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Born to humble parents, Smith was also a child of the Industrial Revolution (the year of his birth, 1769, also saw Josiah Wedgwood open his great factory, Etruria, Richard Arkwright create his first water-powered cotton-spinning frame, and James Watt receive the patent for the first condensing steam engine). While working as surveyor in a coal mine, Smith noticed the abrupt changes in the layers of rock as he was lowered into the depths. He came to understand that the different layers--in part as revealed by the fossils they contained--always appeared in the same order, no matter where they were found. He also realized that geology required a three-dimensional approach. Smith spent the next 20 some years traveling throughout Britain, observing the land, gathering data, and chattering away about his theories to those he met along the way, thus acquiring the nickname "Strata Smith." In 1815 he published his masterpiece: an 8.5- by 6-foot, hand-tinted map revealing "A Delineation of the Strata of England and Wales."
Despite this triumph, Smith's road remained more rocky than smooth. Snubbed by the gentlemanly Geological Society, Smith complained that "the theory of geology is in the possession of one class of men, the practice in another." Indeed, some members of the society went further than mere ostracism--they stole Smith's work. These cartographic plagiarists produced their own map, remarkably similar to Smith's, in 1819. Meanwhile the chronically cash-strapped Smith had been forced to sell his prized fossil collection and was eventually consigned to debtor's prison.
In the end, the villains are foiled, our hero restored, and science triumphs. Winchester clearly relishes his happy ending, and his honey-tinged prose ("that most attractively lovable losterlike Paleozoic arthropod known as the trilobite") injects a lot of life into what seems, on the surface, a rather dry tale. Like Smith, however, Winchester delves into the strata beneath the surface and reveals a remarkable world. --Sunny Delaney --This text refers to an out of print or unavailable edition of this title.
Copyright 2001 Cahners Business Information, Inc.--This text refers to an out of print or unavailable edition of this title.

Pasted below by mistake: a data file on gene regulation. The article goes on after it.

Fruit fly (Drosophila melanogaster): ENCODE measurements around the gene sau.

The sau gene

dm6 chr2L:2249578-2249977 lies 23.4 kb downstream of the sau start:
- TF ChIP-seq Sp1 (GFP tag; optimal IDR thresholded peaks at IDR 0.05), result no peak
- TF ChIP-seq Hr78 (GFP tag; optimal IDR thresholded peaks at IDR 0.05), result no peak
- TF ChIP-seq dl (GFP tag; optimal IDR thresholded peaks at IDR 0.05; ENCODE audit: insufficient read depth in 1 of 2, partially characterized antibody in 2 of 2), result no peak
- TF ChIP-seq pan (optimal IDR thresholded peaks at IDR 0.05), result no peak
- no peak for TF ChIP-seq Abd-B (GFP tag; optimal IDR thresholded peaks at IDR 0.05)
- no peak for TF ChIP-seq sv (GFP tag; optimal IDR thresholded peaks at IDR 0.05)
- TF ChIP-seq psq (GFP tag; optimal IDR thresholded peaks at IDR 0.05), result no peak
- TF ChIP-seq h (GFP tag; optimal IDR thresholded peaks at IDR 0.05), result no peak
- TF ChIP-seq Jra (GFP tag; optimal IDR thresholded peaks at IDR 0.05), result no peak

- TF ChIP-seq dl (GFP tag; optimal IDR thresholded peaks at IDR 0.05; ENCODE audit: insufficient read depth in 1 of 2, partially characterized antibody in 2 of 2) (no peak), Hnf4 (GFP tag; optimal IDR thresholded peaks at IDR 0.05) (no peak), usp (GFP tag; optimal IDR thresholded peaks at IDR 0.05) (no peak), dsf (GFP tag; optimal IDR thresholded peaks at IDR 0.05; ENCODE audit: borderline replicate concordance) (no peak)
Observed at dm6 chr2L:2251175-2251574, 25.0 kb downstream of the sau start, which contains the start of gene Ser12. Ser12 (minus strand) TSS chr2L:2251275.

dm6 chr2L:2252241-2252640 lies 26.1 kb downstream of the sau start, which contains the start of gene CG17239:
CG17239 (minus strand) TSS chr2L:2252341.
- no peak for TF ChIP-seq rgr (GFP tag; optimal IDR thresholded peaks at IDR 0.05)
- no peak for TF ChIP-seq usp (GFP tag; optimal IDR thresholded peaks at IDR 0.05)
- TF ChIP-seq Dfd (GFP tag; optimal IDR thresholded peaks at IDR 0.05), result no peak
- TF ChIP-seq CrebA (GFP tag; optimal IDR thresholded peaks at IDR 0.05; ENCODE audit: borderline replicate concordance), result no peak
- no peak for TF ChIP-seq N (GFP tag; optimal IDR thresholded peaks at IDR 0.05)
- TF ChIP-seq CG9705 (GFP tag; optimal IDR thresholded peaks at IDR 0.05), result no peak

An interesting history of a little known character and field of study. jbPublished 16 days ago by Jim Blankenship
Excellent read about a person I never knew existed and the beginnings of modern Geology. My favorite non-fiction author, Mr. Read morePublished 19 days ago by Robert
Essential and entertaining reading for all who enjoy maps, geology and history.Published 1 month ago by Gregory A. Elmes
Fantastic story. The writer who can make history real and come alive is truly one to be treasured and Winchester does it again with this book. Highly recommended. Read morePublished 3 months ago by Lee Wright
Poor writing: stultifying, haphazard storytelling; unbalanced black-and-white portrayal of the protagonists; inconsistent level of English; far from “The Surgeon of Crowthorne” as... Read morePublished 4 months ago by E. Hanslick
Simon is a very good story teller. This is one of those stories that you want to own and retell yourself. Read morePublished 4 months ago by Gregory C. Kail
This book is a joy to read! I've always loved geology, but never studied it formally, so this book about the founder of geology was informative and written in a engaging way.Published 5 months ago by Elisabeth M Hinshaw
I was never interested in rocks until I read this book. What an eye opener. I would love to travel and see this map in person. What a great work.Published 6 months ago by Lucinda M. Stevens